# prints out The most probable language is eng.
    
    # identify file
    my $result_f = $identifier->identify_file("ces.01.txt");

    print "The most probable language is " . $result_f->[0]->[0] . ".\n";
    # hopefully prints out The most probable language is ces.

    # identify file handle
    open(my $fh, "<:bytes", "fra.01.txt");
    my $result_h = $identifier->identify_handle($fh);

    print "The most probable language is " . $result_h->[0]->[0] . ".\n";
    # hopefully prints out The most probable language is fra.     

Training Your Own Models

This example shows how to train language models with Lingua::YALI::Builder.

    use Lingua::YALI::Builder;
    use File::Glob;
    use Carp;
    
    # read file with training files    
    for my $file (File::Glob::bsd_glob("list.*.train")) {
        my @p = split(/\./, $file);
        my $lang = $p[1];

        print STDERR "Building model for $lang\n";

        # create builder for 2-grams
        my $builder = Lingua::YALI::Builder->new(ngrams=>[2]);

        open(my $fh_train, "<", $file) or croak($file . "\n" . $!);
        while ( my $f = <$fh_train> ) {
            chomp $f;
            
            # train on file
            $builder->train_file($f);
        }
        
        # store trained model
        $builder->store("model.".$lang.".gz", 2);
        print STDERR "\tDONE\n";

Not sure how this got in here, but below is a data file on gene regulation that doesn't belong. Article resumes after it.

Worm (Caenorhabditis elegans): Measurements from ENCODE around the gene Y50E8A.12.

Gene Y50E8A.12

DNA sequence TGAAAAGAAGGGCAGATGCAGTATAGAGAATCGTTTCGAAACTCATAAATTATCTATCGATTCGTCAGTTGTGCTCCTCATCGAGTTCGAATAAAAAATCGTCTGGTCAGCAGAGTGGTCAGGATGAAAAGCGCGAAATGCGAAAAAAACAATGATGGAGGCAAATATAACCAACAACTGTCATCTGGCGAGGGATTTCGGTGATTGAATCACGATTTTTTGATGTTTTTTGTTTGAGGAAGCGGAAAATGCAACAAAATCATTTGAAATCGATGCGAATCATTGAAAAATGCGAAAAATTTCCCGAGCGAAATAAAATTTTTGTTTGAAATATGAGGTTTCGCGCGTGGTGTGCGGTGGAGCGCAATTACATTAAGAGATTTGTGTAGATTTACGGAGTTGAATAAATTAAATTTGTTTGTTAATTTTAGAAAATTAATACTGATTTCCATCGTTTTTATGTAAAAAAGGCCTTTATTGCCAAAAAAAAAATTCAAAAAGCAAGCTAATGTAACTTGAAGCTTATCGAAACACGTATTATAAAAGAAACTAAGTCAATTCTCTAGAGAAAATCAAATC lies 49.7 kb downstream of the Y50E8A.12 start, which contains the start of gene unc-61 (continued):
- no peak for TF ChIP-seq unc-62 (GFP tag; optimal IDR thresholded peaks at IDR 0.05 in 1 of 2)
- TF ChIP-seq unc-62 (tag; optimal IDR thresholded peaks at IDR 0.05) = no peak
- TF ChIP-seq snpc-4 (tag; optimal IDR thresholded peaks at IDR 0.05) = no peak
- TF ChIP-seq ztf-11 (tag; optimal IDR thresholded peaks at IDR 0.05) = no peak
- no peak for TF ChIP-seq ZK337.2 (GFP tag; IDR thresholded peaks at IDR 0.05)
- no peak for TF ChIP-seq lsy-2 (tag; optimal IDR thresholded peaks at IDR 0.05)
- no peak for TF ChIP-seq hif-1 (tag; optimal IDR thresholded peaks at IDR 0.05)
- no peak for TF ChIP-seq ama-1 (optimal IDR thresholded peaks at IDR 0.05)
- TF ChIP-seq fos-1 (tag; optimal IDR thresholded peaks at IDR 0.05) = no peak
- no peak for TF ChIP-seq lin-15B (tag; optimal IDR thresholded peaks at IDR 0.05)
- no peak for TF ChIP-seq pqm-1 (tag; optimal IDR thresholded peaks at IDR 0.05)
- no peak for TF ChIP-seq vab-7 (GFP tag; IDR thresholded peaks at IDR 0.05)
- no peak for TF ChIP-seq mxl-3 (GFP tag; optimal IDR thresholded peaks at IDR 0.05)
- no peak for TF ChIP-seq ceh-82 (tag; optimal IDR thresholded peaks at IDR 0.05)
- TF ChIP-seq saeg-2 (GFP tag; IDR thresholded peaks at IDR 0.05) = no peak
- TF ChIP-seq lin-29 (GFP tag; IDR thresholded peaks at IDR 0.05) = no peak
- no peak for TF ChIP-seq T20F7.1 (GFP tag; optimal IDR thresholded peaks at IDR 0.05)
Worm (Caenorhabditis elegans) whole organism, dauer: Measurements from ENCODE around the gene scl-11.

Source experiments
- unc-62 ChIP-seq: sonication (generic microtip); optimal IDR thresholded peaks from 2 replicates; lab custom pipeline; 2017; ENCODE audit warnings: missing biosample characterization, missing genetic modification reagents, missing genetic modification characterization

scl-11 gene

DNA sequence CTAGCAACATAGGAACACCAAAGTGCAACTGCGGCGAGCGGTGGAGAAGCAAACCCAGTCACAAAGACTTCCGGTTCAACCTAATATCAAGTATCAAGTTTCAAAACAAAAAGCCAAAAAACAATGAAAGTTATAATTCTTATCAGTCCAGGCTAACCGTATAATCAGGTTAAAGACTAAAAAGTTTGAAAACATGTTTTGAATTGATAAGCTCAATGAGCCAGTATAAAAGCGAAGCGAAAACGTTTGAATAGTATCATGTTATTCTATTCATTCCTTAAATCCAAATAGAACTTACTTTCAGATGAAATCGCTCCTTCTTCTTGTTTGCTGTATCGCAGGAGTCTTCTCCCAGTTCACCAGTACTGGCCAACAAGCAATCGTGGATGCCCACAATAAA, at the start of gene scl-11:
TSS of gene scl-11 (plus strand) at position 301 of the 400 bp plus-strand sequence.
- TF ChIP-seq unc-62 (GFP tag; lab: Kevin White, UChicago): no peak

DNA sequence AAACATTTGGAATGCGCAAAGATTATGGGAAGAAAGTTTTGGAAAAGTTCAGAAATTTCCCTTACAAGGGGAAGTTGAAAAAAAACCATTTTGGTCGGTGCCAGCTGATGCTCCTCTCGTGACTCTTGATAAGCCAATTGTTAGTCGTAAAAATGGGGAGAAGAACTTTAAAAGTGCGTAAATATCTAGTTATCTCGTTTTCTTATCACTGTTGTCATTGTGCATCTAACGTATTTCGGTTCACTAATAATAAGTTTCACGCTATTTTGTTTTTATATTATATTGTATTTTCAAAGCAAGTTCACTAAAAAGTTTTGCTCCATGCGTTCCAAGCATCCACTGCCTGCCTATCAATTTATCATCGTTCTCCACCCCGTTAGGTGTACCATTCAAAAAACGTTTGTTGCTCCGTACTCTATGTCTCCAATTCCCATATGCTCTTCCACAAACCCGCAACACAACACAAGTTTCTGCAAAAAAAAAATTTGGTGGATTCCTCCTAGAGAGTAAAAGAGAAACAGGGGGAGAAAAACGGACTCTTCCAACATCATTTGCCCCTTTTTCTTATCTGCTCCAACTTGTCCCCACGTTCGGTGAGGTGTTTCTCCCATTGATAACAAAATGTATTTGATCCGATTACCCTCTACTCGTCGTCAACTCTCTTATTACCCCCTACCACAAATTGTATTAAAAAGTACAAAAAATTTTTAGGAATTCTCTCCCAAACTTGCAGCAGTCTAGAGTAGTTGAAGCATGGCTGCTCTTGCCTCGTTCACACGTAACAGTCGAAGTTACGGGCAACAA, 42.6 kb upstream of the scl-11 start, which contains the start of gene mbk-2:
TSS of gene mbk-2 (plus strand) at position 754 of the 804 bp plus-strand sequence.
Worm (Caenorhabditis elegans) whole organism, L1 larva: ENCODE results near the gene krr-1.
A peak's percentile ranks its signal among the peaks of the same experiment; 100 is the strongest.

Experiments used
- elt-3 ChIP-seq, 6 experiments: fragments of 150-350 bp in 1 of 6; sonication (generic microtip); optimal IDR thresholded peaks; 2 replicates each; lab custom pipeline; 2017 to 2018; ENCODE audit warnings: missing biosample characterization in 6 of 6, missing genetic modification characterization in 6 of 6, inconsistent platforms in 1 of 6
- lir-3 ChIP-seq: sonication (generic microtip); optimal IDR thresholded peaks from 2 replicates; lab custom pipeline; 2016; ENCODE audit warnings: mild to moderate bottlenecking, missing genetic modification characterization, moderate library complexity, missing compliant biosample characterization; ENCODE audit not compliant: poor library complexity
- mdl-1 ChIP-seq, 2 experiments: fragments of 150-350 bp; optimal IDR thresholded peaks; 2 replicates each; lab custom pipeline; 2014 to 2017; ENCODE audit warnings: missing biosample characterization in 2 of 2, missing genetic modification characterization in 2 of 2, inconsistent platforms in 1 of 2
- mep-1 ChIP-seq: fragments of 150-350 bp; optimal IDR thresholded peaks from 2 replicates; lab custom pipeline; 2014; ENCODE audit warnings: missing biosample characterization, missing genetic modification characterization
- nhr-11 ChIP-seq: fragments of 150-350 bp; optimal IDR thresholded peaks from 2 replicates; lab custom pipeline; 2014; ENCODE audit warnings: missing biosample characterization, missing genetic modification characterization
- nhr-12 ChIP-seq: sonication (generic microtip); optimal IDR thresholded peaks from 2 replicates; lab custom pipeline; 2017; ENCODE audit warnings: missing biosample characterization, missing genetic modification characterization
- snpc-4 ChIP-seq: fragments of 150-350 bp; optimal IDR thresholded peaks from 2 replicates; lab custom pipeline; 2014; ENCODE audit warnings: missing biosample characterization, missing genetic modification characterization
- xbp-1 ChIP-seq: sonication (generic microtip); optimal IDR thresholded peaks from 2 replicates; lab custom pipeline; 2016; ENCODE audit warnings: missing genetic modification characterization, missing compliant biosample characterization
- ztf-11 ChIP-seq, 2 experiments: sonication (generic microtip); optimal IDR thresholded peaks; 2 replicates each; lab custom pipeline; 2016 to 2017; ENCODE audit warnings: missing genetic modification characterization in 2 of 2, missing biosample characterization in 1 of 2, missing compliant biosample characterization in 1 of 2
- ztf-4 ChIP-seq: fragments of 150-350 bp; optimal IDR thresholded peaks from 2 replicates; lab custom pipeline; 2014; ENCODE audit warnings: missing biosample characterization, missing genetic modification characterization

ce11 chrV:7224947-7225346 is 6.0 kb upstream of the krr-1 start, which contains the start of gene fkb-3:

}

Using Your Own Models

This example shows how to use trained language models with Lingua::YALI::Identifier.

    use Lingua::YALI::Identifier;
    use File::Glob;
    use Carp;
    
    # load models
    my $identifier = Lingua::YALI::Identifier->new();
    $identifier->add_class("ces", "model.ces.gz");
    $identifier->add_class("eng", "model.eng.gz");
    $identifier->add_class("fra", "model.fra.gz");
    
    # identify string    
    my $result_s = $identifier->identify_string("CPAN, the Comprehensive Perl Archive Network, is an archive of modules written in Perl.");    
    print "The most probable language is " . $result_s->[0]->[0] . ".\n";
    # prints out The most probable language is eng.
    
    # identify all testing files 
    for my $file (File::Glob::bsd_glob("list.*.test")) {
        open(my $fh_train, "<", $file) or croak($file . "\n" . $!);
        while ( my $f = <$fh_train> ) {
        
            chomp $f;
            # identify file
            my $result_f = $identifier->identify_file($f);
            print $f . "\t" . $result_f->[0]->[0] . "\n";
        }
    }

AUTHOR ^

Martin Majlis <martin@majlis.cz>

COPYRIGHT AND LICENSE ^

This software is Copyright (c) 2012 by Martin Majlis.

This is free software, licensed under:

  The (three-clause) BSD License